No matter what your stance on global warming is, the fact is irrefutable: the oceans are rising, and the rate is accelerating. That means waterfront structures are imperiled.

Rising Seas Imperil Hamptons Homes

No matter what your stance on global warming is, the fact is irrefutable: the oceans are rising, and the rate is accelerating. That means waterfront structures are imperiled, and local municipalities must rethink how they are going to cope with the phenomena — and rethink it fast.

A recent study by the Union of Concerned Scientists pegged Southampton as the epicenter of a problem that also plagues parts of New Jersey, Central California, and Florida: coastal flooding. The study concluded parts of Southampton have “a high likelihood of chronic flooding in the next 12 years which could result in significant property tax loss.”

Add East Hampton, especially Montauk, to the list, suggested Kevin McAllister, the executive director of the environmental group Defend H20. The Montauk downtown area is particularly vulnerable. “You have to talk about relocation of the motels and restoration of the dunes,” he said.

“Government has been slow in engaging on sea level rise,” McAllister said. “Long Island has experienced a four-inch rise during the past 40 years, but Department of Environmental Protection models indicate that figure could accelerate quickly to an 11-to-30-inch rise projected for the next 40. Monumental changes are coming.”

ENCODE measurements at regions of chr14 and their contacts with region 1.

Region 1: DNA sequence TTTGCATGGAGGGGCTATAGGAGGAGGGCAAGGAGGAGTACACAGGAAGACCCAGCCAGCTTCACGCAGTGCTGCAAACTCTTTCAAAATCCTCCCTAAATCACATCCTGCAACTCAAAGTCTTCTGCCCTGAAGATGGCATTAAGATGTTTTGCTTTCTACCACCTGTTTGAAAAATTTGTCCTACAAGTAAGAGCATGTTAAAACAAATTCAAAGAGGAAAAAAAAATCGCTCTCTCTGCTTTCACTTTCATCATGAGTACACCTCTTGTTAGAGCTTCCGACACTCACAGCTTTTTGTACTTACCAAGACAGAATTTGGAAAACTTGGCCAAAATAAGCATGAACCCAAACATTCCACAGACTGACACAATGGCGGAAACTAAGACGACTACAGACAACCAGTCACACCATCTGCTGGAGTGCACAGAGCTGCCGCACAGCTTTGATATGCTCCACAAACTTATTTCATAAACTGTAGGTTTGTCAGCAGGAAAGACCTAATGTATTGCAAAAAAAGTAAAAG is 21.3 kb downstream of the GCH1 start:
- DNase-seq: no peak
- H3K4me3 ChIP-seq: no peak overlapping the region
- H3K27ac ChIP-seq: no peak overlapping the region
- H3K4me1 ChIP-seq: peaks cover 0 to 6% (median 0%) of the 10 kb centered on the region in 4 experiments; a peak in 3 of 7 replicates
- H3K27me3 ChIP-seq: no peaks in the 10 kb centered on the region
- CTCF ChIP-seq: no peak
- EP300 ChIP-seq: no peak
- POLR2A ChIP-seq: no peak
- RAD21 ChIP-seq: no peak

The group found that sea level rise, driven primarily by climate change, puts hundreds of thousands of homes and commercial properties in the U.S. at risk of being flooded at least 26 times per year by 2030. The incessant deluges would depreciate property values, erode infrastructure, and eventually diminish tax revenue, causing local credit ratings to sour and making it more difficult to finance projects needed to contend with rising sea levels.

“We think that the risks to the local tax base means a vicious cycle can kick in,” Erika Spanger-Siegfried, one of the report’s authors, told Bloomberg.com last week.

McAllister said it’s time to rethink Federal Emergency Management Agency insurance, which currently subsidizes insurance for owners of waterfront homes. “There are places in Westhampton Dunes that have been rebuilt five to seven times,” he said. “It should be one and done. After that you move on.”

“It’s time for elected officials to process the science, recognize the imminent changes, and facilitate courageous decisions which prioritize recreational beaches, functioning wetlands and public access,” he added.

“We’re seeing a ramp-up of the level of surge caused by some of these nor’easter’s,” McAllister said, calling the storms “facilitators of erosion.”

Almost no municipality stands to lose as much money from climate change as Southampton.

The affluent Long Island town — where the median price of a home for sale is almost $2 million — has the second highest level of its property-tax revenue at risk among municipalities, with a high likelihood of chronic flooding in the next 12 years, according to data gathered by the Union of Concerned Scientists. Only Central Coast, California had more.

The states of Florida and New Jersey have the most to lose, according to the report, as over-development crowds the beach towns where thousands have made their homes. Miami Beach in Florida and Ocean County, New Jersey, are particularly susceptible.

rmurphy@indyeastend.com